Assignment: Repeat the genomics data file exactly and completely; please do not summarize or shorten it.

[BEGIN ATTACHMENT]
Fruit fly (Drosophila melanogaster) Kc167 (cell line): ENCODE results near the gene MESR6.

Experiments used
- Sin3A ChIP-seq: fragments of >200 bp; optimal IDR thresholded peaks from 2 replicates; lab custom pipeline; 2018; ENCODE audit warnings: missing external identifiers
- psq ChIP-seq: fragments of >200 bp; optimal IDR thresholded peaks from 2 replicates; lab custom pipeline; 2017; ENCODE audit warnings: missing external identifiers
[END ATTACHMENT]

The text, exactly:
Fruit fly (Drosophila melanogaster) Kc167 (cell line): ENCODE results near the gene MESR6.

Experiments used
- Sin3A ChIP-seq: fragments of >200 bp; optimal IDR thresholded peaks from 2 replicates; lab custom pipeline; 2018; ENCODE audit warnings: missing external identifiers
- psq ChIP-seq: fragments of >200 bp; optimal IDR thresholded peaks from 2 replicates; lab custom pipeline; 2017; ENCODE audit warnings: missing external identifiers